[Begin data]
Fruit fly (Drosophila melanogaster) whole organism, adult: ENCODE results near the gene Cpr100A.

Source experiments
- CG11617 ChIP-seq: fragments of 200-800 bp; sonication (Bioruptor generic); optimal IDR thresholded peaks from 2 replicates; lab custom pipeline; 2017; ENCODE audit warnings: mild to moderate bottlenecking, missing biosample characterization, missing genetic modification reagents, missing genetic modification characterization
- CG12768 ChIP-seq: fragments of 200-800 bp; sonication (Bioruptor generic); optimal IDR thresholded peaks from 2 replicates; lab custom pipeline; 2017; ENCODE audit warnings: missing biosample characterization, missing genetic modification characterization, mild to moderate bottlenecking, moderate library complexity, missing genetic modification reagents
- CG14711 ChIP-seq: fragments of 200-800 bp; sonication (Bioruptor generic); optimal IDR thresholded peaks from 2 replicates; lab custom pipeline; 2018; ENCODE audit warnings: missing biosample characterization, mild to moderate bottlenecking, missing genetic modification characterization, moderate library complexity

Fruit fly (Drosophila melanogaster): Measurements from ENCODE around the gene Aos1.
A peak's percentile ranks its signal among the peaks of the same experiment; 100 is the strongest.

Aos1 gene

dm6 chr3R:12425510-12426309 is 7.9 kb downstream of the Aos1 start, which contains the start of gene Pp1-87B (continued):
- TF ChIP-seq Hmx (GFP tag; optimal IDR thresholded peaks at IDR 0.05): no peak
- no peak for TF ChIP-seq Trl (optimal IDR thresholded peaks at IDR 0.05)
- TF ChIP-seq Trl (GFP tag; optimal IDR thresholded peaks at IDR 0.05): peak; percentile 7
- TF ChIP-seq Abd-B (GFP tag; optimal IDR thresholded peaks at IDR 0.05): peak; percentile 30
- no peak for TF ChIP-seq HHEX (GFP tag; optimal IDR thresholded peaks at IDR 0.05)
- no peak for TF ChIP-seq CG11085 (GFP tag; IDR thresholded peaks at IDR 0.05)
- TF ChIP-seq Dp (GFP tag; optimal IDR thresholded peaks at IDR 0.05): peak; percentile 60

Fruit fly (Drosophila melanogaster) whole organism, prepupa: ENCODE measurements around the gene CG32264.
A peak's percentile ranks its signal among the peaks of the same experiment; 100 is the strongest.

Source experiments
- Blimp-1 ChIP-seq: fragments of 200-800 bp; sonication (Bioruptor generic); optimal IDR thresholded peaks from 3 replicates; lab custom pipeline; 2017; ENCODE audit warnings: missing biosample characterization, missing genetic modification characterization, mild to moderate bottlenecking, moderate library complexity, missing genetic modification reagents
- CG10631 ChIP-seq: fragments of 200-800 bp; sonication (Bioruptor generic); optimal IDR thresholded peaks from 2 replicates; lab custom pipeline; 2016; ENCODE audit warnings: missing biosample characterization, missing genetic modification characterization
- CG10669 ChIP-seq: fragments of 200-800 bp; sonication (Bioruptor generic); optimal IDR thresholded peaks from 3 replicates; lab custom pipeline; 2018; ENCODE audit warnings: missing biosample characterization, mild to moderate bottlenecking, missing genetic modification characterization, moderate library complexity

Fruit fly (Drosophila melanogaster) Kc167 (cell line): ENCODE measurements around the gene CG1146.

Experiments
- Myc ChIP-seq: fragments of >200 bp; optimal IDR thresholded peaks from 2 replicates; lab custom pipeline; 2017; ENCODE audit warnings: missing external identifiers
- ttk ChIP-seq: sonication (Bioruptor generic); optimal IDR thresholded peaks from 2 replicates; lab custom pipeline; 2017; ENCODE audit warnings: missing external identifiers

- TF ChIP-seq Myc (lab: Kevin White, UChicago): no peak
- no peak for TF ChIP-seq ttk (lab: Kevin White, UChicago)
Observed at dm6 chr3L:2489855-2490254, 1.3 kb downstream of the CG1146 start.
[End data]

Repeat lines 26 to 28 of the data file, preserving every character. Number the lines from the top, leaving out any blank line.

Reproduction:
- ttk ChIP-seq: sonication (Bioruptor generic); optimal IDR thresholded peaks from 2 replicates; lab custom pipeline; 2017; ENCODE audit warnings: missing external identifiers

- TF ChIP-seq Myc (lab: Kevin White, UChicago): no peak
- no peak for TF ChIP-seq ttk (lab: Kevin White, UChicago)